The average price of the five most popular live-in vans listed by Curbed is $33,863,2 and the average square footage for these vans is 126 feet—according to specifications we gathered from Motortrends.com.3 This means that on average you should expect to pay about $268 per square foot when you buy a new van that’s large enough to live in.

You could, of course, get a much cheaper van if you went with an older model or got something secondhand. The absolute cheapest option would probably be to find a secondhand van that has already been converted into a livable space. Just make sure the old owner is selling it because they’re giving up on van life, not because something is wrong with the van.

Surprisingly, the median price per square foot for homes across the US is a mere $153. This makes a mortgage seem a lot more affordable than the loan you’d have to take out to buy a van for $268 per square foot.

However, this median includes home prices for small and rural metro areas where home prices are as low as $73 per square foot. Homes in populous metropolitan areas cost much more. In San Jose, the country’s most expensive metro according to Zillow, the median price per square foot is $652.4


While homes in some areas can be cheaper per square foot than livable vans, there are two main factors to consider when assessing affordability:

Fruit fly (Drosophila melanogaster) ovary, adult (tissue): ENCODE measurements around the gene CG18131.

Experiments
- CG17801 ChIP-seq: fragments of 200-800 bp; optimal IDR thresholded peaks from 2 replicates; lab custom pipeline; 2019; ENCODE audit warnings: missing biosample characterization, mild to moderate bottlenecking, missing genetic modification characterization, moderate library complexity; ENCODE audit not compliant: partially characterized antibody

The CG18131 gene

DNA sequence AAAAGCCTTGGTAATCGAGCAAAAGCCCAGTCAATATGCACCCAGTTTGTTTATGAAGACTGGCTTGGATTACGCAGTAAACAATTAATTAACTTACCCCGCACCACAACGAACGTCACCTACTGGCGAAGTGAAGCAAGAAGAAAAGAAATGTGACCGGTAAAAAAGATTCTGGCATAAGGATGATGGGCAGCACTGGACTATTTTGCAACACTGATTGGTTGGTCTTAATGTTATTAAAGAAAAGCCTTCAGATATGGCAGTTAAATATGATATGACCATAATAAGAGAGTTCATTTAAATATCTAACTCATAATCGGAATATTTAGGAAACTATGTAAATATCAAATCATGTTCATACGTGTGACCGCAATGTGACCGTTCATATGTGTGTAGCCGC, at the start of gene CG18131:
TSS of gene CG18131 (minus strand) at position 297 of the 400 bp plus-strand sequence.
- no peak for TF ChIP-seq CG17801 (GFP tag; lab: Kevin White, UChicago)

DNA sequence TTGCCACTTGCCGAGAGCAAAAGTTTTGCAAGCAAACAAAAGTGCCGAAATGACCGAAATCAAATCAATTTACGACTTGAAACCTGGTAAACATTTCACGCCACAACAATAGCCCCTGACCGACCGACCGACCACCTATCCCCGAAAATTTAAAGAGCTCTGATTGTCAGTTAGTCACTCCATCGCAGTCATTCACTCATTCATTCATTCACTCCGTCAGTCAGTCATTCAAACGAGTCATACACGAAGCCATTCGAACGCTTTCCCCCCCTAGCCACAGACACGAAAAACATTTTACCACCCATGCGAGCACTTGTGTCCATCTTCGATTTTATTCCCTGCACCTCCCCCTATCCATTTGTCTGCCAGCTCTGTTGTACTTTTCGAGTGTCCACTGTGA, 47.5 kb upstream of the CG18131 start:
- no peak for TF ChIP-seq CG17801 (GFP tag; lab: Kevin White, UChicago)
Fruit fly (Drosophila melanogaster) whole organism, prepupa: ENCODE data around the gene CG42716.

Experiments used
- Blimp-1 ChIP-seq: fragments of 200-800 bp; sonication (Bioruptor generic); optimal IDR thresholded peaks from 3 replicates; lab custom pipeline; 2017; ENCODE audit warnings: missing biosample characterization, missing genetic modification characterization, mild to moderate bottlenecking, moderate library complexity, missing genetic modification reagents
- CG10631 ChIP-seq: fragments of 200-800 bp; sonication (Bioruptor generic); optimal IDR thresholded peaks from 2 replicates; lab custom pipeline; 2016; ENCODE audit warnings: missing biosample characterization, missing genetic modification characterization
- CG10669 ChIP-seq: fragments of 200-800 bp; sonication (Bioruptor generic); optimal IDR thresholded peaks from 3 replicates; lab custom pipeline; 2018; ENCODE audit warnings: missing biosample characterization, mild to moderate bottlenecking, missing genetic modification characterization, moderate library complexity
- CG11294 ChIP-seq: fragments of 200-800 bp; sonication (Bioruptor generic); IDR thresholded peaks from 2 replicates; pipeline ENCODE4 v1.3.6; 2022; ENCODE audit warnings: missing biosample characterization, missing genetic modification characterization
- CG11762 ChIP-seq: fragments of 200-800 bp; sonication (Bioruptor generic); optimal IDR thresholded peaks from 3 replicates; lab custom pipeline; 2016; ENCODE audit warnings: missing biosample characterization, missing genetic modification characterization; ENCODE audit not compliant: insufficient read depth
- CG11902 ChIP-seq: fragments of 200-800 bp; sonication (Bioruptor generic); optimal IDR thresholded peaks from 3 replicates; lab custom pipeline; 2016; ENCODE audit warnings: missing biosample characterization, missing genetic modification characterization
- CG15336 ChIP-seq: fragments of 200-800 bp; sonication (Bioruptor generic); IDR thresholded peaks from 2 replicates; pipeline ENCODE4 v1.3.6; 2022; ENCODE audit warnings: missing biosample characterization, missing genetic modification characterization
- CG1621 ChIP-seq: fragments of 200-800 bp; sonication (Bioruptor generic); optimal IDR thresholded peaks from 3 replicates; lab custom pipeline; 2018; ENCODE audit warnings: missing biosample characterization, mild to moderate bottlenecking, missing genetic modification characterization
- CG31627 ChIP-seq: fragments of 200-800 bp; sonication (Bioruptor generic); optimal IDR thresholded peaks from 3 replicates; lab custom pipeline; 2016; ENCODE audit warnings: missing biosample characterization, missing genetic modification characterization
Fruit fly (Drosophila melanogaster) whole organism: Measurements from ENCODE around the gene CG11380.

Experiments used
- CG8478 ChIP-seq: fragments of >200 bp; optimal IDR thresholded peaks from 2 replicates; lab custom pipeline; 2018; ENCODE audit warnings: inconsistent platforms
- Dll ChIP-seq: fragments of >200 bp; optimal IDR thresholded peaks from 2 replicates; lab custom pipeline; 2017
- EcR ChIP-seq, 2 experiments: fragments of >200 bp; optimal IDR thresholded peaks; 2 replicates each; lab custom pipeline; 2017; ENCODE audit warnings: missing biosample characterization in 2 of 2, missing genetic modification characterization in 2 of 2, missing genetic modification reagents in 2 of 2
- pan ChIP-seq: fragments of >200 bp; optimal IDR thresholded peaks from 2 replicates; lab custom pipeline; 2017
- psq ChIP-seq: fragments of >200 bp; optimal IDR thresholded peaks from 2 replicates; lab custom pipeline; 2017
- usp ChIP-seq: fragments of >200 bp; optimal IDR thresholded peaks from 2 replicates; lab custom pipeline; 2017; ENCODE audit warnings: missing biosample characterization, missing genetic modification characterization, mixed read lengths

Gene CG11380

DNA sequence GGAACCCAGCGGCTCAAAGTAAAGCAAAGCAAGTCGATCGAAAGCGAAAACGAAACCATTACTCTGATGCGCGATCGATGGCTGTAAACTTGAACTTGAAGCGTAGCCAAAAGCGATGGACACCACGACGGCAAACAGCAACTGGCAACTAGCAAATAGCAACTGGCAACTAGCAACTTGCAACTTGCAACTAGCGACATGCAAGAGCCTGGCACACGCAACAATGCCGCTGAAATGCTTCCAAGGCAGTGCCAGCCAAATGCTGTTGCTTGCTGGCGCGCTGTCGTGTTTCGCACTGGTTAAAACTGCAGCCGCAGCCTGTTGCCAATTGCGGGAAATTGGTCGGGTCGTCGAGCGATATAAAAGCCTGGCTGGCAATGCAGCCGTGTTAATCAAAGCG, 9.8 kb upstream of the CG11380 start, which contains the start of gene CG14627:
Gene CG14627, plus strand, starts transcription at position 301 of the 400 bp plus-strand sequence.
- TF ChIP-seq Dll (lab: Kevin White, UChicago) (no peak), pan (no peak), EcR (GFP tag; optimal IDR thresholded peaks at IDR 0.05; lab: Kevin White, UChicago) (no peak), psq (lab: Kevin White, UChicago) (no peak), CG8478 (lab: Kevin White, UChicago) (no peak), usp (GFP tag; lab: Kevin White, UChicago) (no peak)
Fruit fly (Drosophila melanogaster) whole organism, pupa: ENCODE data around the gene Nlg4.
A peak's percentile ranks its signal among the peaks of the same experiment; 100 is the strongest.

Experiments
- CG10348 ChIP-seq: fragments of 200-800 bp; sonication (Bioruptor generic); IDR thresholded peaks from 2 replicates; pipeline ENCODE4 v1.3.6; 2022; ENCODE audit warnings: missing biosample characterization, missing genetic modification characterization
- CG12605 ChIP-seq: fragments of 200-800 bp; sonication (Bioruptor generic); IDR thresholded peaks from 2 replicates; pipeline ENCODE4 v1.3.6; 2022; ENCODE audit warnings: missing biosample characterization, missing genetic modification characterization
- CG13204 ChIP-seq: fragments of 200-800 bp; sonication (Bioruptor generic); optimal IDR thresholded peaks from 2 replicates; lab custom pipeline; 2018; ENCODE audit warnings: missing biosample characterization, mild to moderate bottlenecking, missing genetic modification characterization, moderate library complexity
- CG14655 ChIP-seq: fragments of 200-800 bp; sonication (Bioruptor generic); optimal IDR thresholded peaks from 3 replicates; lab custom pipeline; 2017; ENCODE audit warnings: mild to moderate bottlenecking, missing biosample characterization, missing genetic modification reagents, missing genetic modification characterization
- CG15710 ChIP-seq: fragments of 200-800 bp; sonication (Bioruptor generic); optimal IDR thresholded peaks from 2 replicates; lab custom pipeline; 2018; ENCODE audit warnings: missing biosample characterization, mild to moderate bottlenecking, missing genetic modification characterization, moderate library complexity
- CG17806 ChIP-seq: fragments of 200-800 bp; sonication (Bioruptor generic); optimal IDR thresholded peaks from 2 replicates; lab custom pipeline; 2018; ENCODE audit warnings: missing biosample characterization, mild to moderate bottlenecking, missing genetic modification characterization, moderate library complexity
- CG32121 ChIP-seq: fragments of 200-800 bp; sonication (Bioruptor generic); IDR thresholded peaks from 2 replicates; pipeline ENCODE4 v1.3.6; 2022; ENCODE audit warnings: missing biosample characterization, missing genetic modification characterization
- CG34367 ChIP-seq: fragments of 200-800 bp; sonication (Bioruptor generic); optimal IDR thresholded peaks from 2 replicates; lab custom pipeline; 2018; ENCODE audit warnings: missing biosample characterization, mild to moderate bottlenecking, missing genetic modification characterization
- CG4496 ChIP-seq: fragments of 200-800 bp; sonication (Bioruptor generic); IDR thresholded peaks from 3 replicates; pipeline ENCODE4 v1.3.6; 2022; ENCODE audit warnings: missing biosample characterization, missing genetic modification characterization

1. You probably have to pay for a car on top of the cost for your home. Even if you live in a small city and your home is cheaper per square footage than a van, getting a van that is your vehicle and your home is probably cheaper than paying for a commuter vehicle in addition to paying your mortgage.
  2. Even though vans can cost more per square foot, they’re still much cheaper overall than just about any house. The most expensive van we’ve listed costs $40,180 brand new.2 The average home in the cheapest city we looked at was priced at $98,200,4 more than double the price of the high-end van.

The key takeaway is that if you’re okay living in a space that is smaller than a studio apartment, living in a van is much cheaper than buying a home, no doubt about it. And the perks of constant travel, closeness to nature, and minimalistic living are nice cherries on top of this affordable sundae.

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For our survey, we reached out to hundreds of Americans and asked them how they felt about van life, what would convince them to try it, and how the COVID-19 pandemic influenced their choice.

For our price comparison between houses and vans, we researched the costs of the most popular live-in vans according to Curbed.2 We checked the specifications for these vans on Motortrend.com.3 Our pricing information for US homes came from Zillow.4


  1. Vanlife Statistics and Trends in 2020,” WhereYouMakeIt.com. Accessed September 29, 2020.
  2. The 5 best vans for your DIY camper conversion,” Curbed. Accessed September 29, 2020.
  3. Let’s Find Your Perfect Car,” Motortrend.com. Accessed September 29, 2020.
  4. United States Home Prices & Values,” Zillow. Accessed September 29, 2020.
Joe Roberts
Written by
Joe Roberts
Joe Roberts is a professional writer with a degree in writing studies and over four years of copywriting experience. He previously worked at Overstock.com, where he wrote about furniture, home decor, and moving. Joe has moved all over Utah, so he knows his way around a moving truck—and he spends his time (and money) expanding his personal library so it will be even heavier next time he moves.